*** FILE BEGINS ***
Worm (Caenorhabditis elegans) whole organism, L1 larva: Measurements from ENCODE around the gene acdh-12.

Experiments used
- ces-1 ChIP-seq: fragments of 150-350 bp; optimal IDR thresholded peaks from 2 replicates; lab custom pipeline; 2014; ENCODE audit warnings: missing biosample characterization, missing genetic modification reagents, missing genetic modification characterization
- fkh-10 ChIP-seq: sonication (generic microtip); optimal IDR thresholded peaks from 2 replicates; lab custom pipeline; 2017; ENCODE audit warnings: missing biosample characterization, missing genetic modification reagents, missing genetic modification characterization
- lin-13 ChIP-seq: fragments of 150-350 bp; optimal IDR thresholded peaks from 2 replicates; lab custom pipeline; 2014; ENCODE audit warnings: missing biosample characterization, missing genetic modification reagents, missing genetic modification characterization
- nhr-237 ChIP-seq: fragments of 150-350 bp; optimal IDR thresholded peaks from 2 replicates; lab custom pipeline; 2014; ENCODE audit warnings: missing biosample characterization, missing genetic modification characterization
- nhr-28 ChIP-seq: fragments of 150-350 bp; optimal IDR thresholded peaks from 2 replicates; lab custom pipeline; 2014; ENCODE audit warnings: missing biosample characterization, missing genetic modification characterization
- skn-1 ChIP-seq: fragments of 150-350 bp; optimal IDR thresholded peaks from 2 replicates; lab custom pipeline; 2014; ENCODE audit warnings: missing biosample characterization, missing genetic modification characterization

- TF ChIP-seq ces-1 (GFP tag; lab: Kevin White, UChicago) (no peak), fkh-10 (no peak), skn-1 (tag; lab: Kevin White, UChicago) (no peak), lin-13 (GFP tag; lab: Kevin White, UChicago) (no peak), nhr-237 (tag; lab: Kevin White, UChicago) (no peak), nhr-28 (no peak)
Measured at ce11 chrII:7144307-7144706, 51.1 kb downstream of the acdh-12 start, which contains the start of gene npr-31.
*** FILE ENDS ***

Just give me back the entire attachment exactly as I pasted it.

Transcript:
Worm (Caenorhabditis elegans) whole organism, L1 larva: Measurements from ENCODE around the gene acdh-12.

Experiments used
- ces-1 ChIP-seq: fragments of 150-350 bp; optimal IDR thresholded peaks from 2 replicates; lab custom pipeline; 2014; ENCODE audit warnings: missing biosample characterization, missing genetic modification reagents, missing genetic modification characterization
- fkh-10 ChIP-seq: sonication (generic microtip); optimal IDR thresholded peaks from 2 replicates; lab custom pipeline; 2017; ENCODE audit warnings: missing biosample characterization, missing genetic modification reagents, missing genetic modification characterization
- lin-13 ChIP-seq: fragments of 150-350 bp; optimal IDR thresholded peaks from 2 replicates; lab custom pipeline; 2014; ENCODE audit warnings: missing biosample characterization, missing genetic modification reagents, missing genetic modification characterization
- nhr-237 ChIP-seq: fragments of 150-350 bp; optimal IDR thresholded peaks from 2 replicates; lab custom pipeline; 2014; ENCODE audit warnings: missing biosample characterization, missing genetic modification characterization
- nhr-28 ChIP-seq: fragments of 150-350 bp; optimal IDR thresholded peaks from 2 replicates; lab custom pipeline; 2014; ENCODE audit warnings: missing biosample characterization, missing genetic modification characterization
- skn-1 ChIP-seq: fragments of 150-350 bp; optimal IDR thresholded peaks from 2 replicates; lab custom pipeline; 2014; ENCODE audit warnings: missing biosample characterization, missing genetic modification characterization

- TF ChIP-seq ces-1 (GFP tag; lab: Kevin White, UChicago) (no peak), fkh-10 (no peak), skn-1 (tag; lab: Kevin White, UChicago) (no peak), lin-13 (GFP tag; lab: Kevin White, UChicago) (no peak), nhr-237 (tag; lab: Kevin White, UChicago) (no peak), nhr-28 (no peak)
Measured at ce11 chrII:7144307-7144706, 51.1 kb downstream of the acdh-12 start, which contains the start of gene npr-31.